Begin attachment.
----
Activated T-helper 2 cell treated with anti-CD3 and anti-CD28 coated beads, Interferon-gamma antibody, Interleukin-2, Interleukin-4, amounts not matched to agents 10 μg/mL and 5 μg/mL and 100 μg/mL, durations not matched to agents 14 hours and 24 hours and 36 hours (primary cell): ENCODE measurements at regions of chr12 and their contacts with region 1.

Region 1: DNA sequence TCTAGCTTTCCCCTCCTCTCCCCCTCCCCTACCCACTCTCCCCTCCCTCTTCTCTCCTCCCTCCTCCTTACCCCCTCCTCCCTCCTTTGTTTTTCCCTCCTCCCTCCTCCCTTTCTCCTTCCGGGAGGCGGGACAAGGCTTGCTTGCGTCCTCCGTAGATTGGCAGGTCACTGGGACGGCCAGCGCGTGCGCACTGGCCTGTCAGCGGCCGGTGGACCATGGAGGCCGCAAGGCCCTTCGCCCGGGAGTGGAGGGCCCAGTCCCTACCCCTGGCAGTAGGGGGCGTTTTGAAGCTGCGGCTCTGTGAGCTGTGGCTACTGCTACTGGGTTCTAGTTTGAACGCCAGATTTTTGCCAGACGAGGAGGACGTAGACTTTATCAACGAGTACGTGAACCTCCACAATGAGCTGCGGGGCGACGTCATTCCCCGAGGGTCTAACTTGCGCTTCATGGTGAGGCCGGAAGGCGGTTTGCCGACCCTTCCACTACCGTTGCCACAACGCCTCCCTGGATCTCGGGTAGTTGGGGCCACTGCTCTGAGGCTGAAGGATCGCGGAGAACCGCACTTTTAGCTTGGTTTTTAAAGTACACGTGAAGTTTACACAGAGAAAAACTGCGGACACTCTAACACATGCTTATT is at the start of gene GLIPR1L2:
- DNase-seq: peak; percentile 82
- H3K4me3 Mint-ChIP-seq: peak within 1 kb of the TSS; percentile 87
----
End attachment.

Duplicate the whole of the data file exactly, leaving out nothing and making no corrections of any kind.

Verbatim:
Activated T-helper 2 cell treated with anti-CD3 and anti-CD28 coated beads, Interferon-gamma antibody, Interleukin-2, Interleukin-4, amounts not matched to agents 10 μg/mL and 5 μg/mL and 100 μg/mL, durations not matched to agents 14 hours and 24 hours and 36 hours (primary cell): ENCODE measurements at regions of chr12 and their contacts with region 1.

Region 1: DNA sequence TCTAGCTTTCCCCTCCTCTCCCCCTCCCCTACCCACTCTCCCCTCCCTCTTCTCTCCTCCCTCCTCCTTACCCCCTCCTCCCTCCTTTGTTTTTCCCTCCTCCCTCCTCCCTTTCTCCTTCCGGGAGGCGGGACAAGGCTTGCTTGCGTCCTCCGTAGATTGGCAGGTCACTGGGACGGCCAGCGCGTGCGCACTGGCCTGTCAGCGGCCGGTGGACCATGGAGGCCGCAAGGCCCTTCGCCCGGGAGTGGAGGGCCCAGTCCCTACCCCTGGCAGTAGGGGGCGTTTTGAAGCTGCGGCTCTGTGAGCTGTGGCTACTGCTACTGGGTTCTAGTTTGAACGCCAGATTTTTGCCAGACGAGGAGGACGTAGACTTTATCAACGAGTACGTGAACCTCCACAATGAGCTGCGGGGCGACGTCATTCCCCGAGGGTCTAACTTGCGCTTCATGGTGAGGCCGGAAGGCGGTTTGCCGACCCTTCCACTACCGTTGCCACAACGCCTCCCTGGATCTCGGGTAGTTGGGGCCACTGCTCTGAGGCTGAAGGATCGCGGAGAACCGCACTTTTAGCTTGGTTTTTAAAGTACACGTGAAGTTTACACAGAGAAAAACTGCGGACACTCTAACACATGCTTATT is at the start of gene GLIPR1L2:
- DNase-seq: peak; percentile 82
- H3K4me3 Mint-ChIP-seq: peak within 1 kb of the TSS; percentile 87